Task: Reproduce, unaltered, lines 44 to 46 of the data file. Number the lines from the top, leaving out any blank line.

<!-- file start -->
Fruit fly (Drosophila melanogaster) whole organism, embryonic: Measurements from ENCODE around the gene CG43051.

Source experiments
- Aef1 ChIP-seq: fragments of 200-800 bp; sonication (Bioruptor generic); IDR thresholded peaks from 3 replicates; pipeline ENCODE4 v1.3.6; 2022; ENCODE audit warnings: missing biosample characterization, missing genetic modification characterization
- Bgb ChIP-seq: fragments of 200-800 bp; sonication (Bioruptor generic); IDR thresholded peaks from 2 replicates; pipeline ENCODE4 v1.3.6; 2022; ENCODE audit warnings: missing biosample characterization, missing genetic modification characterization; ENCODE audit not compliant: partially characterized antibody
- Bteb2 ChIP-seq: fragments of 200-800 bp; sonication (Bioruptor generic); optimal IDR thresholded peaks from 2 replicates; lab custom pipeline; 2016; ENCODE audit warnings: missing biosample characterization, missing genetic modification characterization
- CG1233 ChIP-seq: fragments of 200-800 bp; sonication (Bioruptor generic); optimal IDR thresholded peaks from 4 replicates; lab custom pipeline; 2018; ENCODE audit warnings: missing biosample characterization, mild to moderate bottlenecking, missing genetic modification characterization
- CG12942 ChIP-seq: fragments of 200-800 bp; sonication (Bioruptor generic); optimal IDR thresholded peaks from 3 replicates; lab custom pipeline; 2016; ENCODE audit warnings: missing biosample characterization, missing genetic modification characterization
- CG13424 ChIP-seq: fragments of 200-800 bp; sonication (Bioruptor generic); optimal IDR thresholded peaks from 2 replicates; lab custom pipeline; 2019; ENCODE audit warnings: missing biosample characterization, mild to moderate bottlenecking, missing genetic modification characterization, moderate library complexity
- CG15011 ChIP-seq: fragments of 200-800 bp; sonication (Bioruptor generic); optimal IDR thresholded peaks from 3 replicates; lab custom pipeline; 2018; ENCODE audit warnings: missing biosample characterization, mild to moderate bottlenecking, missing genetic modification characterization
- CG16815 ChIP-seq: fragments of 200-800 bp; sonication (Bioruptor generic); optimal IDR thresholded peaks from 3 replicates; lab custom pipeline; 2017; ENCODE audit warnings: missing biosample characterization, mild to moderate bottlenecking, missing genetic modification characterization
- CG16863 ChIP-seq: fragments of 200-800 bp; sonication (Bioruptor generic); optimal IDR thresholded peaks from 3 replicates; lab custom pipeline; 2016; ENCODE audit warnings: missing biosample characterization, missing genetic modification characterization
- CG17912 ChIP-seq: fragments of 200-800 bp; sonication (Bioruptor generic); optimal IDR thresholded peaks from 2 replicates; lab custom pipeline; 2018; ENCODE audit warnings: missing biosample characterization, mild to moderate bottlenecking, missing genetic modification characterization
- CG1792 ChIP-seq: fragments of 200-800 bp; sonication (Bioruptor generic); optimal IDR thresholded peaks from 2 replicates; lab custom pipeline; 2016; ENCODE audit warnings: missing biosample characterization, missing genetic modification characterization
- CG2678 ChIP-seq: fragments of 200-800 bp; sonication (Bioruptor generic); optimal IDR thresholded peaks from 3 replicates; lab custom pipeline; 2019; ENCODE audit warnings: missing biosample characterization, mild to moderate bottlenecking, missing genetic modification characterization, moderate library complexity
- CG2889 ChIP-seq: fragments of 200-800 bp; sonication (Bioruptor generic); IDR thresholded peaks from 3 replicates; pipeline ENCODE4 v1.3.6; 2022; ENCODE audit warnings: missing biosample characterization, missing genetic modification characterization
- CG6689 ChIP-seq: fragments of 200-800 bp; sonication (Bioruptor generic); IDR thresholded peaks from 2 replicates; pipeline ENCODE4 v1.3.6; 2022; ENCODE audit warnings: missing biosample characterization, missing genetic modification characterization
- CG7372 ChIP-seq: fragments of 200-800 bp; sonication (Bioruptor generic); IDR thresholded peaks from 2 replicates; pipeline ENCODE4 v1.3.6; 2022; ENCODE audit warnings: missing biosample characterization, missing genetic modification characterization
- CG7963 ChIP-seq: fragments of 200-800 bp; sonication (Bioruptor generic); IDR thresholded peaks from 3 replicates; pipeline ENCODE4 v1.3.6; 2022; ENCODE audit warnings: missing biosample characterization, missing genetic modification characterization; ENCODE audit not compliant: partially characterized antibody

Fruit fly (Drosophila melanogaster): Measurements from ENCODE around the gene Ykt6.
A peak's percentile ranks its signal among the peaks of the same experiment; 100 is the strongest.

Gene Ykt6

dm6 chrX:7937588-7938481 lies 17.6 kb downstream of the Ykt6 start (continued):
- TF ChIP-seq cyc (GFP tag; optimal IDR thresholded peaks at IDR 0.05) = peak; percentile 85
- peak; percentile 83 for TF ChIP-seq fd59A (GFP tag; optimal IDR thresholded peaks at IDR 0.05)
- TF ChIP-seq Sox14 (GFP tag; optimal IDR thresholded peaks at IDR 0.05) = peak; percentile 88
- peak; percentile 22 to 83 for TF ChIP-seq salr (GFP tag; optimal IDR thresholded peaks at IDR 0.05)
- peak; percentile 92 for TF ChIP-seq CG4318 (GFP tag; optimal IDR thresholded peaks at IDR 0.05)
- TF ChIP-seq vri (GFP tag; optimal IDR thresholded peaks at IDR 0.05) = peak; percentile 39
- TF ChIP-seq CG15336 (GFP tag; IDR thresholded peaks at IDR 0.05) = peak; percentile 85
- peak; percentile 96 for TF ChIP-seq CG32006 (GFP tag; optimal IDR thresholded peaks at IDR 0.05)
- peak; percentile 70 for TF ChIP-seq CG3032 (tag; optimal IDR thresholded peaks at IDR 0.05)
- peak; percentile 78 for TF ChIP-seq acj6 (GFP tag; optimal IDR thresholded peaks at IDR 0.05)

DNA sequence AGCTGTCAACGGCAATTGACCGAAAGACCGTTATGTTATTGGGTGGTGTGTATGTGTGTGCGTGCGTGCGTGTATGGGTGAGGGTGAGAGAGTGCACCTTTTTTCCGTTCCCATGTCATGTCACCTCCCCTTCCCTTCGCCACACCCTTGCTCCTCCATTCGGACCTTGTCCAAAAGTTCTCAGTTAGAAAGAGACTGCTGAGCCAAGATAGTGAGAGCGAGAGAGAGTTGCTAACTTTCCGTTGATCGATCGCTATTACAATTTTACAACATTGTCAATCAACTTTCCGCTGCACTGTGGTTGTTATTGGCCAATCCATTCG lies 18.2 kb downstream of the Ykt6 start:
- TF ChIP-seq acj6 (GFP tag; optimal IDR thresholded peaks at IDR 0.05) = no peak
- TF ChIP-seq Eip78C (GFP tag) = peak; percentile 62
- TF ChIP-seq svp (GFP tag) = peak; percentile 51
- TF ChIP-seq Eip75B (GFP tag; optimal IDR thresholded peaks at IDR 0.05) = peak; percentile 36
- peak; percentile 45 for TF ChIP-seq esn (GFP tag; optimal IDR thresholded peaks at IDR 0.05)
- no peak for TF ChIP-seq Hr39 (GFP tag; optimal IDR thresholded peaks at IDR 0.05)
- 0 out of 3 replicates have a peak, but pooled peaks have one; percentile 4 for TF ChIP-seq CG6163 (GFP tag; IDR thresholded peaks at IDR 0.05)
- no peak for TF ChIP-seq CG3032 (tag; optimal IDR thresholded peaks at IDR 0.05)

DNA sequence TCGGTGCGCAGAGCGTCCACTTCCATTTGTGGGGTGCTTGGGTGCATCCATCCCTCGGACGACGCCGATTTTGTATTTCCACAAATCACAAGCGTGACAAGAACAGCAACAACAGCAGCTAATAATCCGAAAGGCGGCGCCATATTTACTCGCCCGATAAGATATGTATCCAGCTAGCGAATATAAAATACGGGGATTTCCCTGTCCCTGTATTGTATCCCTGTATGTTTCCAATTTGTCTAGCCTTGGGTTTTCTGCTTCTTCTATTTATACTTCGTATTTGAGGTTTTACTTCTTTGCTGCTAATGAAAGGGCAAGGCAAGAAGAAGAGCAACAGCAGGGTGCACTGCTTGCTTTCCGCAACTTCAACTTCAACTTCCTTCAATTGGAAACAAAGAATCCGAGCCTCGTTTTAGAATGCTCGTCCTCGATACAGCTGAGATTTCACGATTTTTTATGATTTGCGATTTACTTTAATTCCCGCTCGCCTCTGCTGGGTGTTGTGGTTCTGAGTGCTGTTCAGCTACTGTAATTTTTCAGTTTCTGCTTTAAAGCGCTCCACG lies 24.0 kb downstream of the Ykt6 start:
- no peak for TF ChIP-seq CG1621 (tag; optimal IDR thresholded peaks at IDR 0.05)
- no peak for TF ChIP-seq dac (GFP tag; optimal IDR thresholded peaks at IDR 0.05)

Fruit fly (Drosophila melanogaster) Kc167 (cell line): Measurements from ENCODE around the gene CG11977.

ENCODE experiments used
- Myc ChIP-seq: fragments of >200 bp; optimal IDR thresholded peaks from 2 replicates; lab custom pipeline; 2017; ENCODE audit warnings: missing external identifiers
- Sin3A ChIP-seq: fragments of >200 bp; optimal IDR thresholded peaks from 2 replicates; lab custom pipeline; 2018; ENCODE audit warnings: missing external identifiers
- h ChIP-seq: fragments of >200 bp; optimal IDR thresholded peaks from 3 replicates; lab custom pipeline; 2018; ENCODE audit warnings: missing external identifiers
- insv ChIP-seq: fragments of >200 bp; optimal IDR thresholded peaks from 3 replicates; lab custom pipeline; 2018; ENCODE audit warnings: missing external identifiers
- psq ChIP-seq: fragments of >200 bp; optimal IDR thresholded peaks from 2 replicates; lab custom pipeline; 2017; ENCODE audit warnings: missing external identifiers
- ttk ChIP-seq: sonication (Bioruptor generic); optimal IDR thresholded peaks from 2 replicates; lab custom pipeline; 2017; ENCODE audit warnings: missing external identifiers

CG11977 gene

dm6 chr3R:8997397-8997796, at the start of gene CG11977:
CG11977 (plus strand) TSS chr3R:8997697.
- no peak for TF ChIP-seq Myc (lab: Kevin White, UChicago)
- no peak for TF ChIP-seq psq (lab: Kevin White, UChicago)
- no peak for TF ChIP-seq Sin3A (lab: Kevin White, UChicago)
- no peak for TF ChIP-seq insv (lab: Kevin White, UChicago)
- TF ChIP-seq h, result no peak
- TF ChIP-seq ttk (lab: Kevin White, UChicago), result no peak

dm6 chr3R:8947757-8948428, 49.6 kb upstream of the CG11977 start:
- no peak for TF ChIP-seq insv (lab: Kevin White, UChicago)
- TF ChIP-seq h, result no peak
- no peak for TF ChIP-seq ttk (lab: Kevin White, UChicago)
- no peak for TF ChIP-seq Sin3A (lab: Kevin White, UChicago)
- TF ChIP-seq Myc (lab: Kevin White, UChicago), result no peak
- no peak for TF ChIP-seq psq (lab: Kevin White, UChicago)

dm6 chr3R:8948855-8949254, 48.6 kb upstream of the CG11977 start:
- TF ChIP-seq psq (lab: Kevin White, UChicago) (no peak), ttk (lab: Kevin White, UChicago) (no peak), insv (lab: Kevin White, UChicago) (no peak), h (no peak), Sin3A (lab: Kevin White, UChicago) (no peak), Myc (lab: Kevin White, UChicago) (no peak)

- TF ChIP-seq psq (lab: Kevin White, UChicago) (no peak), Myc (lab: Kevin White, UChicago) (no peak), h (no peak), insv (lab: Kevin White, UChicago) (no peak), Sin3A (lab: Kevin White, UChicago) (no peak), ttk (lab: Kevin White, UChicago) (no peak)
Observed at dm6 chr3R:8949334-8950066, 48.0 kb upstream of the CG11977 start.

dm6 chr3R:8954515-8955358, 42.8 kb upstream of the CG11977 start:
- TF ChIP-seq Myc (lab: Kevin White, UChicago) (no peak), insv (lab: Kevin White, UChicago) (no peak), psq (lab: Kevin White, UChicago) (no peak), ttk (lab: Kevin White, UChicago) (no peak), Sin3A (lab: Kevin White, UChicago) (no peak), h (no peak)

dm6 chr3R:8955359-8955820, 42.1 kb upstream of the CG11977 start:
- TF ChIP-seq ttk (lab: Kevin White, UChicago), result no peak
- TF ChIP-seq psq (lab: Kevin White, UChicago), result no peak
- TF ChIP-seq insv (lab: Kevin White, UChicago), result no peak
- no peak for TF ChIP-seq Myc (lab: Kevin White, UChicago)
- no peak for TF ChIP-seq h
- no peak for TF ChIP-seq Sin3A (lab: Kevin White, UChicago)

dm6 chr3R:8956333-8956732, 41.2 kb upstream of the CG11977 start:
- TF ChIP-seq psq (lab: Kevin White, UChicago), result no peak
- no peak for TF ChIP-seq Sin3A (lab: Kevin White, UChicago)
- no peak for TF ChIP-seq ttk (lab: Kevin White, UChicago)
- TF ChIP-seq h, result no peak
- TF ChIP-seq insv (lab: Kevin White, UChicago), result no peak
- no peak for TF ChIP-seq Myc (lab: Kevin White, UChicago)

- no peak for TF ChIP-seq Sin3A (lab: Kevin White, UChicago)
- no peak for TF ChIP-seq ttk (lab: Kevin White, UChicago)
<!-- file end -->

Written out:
- no peak for TF ChIP-seq dac (GFP tag; optimal IDR thresholded peaks at IDR 0.05)

Fruit fly (Drosophila melanogaster) Kc167 (cell line): Measurements from ENCODE around the gene CG11977.

ENCODE experiments used